Northern politicians condemn Orange Order parade ban in tight vote

Politicians in Northern Ireland have backed a motion which described a ban on a controversial Orange Order parade on the Ardoyne flashpoint in Belfast as “illogical”.

The Democratic Unionist motion was won by a single vote at the Stormont Assembly.

During the two-hour debate First Minister Peter Robinson condemned four nights of violence which erupted after Orangemen were prevented from marching on a contested stretch of road in north Belfast on Jul 12.

However, he claimed the Parades Commission — the adjudicating body set up in 1998 to deal with contentious parades — had got it wrong and lacked credibility.

“The Parades Commission took their decision for political reasons. They have an agenda and that agenda is that first of all they want the Orange institution to engage with them. They want the Orange institution to engage with local residents and they will take their decisions to further their agenda as opposed to what is right or wrong in a particular set of circumstances of any parade.”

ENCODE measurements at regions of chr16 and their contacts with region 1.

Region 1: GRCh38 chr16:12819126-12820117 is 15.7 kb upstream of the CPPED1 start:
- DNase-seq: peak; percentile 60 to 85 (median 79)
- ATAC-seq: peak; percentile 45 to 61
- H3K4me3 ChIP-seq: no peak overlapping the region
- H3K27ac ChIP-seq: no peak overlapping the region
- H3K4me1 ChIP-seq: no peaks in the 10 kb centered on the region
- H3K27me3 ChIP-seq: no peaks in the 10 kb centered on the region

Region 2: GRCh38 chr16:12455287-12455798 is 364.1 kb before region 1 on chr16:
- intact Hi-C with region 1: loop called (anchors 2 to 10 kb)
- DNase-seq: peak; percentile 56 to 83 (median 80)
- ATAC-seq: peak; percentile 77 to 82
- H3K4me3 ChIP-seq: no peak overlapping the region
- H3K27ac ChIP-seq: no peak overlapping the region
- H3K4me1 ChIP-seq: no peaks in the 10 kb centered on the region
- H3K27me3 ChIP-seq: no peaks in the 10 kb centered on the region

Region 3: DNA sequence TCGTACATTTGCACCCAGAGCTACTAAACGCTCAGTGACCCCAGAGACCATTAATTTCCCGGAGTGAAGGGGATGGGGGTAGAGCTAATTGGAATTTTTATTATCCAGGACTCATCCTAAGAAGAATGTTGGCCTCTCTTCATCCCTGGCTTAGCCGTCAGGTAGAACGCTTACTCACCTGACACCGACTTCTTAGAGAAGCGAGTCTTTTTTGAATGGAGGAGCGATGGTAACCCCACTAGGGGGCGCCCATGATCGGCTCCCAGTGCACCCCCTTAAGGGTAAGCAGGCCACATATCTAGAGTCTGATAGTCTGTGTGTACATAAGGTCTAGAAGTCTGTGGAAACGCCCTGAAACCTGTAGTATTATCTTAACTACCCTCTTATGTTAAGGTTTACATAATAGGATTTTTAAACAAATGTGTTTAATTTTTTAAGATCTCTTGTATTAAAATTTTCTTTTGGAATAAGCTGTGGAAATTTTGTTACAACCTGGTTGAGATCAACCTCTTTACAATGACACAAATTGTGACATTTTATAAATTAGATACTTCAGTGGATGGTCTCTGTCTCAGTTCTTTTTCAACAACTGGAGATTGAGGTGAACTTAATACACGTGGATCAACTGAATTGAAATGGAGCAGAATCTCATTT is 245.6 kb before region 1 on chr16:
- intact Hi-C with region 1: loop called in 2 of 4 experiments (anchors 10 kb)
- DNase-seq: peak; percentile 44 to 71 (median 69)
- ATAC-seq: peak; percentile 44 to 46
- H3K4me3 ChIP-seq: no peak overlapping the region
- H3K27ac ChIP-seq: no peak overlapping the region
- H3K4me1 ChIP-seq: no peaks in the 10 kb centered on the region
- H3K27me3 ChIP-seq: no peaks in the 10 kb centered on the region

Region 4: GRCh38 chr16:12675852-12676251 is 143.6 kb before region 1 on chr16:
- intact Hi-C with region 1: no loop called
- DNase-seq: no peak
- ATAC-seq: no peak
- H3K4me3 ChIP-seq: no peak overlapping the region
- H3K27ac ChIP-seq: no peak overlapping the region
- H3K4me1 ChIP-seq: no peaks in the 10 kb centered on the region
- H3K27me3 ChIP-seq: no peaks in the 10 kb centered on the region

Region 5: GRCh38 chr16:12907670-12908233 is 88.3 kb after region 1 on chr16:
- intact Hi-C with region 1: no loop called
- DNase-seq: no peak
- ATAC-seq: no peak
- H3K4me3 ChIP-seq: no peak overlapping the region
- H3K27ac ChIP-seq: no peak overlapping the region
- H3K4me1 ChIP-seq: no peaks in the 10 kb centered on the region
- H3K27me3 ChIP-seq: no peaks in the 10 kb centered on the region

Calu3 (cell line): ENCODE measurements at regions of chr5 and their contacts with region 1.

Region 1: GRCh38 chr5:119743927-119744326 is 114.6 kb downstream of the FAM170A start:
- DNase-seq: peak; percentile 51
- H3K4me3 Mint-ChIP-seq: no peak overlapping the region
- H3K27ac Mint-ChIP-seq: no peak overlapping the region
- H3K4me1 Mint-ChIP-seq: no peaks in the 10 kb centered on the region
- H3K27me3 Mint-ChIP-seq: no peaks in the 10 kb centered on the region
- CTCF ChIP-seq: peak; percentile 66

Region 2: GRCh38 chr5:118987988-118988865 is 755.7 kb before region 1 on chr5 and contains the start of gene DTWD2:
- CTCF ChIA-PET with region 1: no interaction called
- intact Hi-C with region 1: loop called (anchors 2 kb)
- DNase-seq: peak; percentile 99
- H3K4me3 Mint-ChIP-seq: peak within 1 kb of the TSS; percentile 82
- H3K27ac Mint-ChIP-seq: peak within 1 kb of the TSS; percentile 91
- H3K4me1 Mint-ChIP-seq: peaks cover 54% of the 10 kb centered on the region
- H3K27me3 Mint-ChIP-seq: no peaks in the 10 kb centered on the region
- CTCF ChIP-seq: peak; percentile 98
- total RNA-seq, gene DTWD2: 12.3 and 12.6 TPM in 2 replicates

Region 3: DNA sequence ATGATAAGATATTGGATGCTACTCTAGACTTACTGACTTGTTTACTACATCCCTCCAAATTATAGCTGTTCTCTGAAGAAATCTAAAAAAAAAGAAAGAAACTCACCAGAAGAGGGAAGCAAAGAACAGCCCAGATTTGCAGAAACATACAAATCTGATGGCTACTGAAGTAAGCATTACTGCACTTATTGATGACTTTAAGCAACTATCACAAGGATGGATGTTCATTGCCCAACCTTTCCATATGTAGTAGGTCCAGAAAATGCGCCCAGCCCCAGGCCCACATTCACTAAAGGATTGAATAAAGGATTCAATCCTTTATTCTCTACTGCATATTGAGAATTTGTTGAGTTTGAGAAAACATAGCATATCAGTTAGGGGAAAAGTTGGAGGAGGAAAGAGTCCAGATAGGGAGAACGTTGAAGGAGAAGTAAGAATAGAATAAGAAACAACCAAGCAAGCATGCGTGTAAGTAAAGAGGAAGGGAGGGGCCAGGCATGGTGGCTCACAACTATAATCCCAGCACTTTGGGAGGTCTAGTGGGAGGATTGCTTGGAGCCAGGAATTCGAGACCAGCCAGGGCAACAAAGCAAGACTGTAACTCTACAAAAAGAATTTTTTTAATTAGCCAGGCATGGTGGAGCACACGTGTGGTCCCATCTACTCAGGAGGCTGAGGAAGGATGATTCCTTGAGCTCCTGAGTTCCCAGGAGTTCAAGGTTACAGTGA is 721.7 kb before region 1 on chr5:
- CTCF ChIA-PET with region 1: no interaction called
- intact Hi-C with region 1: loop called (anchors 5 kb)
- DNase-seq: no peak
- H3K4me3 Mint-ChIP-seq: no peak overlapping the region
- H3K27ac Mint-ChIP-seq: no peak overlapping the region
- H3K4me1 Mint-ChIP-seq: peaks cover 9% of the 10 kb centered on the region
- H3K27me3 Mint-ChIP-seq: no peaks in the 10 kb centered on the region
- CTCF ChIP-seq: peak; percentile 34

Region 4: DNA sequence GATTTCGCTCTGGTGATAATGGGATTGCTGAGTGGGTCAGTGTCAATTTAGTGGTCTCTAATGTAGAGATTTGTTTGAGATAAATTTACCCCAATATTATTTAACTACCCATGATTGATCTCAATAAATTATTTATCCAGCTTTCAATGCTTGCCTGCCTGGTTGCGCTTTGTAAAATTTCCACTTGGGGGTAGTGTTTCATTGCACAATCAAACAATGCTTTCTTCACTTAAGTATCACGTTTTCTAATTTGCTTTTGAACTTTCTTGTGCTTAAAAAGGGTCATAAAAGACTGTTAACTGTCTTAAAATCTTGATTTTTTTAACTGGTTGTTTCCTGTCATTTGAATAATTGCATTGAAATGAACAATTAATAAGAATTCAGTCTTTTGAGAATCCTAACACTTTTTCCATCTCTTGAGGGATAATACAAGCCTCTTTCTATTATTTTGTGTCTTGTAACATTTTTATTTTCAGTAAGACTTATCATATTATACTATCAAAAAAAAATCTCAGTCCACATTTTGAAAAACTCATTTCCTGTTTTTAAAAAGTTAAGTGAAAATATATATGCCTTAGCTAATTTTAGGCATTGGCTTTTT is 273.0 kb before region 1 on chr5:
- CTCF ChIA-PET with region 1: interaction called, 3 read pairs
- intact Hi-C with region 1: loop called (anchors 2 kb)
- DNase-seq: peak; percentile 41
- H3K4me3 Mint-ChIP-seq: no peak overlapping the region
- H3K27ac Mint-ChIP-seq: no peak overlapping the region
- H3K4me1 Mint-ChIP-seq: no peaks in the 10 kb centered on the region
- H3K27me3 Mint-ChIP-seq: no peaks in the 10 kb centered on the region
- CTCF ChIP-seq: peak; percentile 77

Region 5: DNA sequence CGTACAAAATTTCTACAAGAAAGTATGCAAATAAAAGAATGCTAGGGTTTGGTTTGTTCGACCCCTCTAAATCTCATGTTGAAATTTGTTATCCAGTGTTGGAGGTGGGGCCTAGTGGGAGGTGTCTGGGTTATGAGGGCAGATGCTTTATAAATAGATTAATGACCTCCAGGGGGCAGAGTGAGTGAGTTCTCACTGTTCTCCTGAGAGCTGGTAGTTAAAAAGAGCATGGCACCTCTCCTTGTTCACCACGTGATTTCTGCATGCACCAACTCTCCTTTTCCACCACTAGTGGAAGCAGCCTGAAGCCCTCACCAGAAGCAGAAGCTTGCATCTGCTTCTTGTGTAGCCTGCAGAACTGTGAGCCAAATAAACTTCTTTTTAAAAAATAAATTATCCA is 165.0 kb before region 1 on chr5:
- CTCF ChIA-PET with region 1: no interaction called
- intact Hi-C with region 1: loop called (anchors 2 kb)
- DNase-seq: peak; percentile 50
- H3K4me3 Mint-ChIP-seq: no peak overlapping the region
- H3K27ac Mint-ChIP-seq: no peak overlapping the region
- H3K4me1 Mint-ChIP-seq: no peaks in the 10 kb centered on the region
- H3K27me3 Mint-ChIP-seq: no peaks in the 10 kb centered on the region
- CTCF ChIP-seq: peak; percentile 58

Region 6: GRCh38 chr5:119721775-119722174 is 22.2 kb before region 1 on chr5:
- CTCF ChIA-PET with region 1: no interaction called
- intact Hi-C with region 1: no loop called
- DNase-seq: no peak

Sinn Féin Deputy First Minister Martin McGuinness said Belfast should learn from Derry where thousands of Orangemen took part in demonstrations without incident.

The DUP motion said attempts to build a shared future have been harmed by the ban.

It called for the rule of law to be upheld and for “respect and tolerance to be shown for everyone’s cultural identity”. It was carried by 43 votes to 42.

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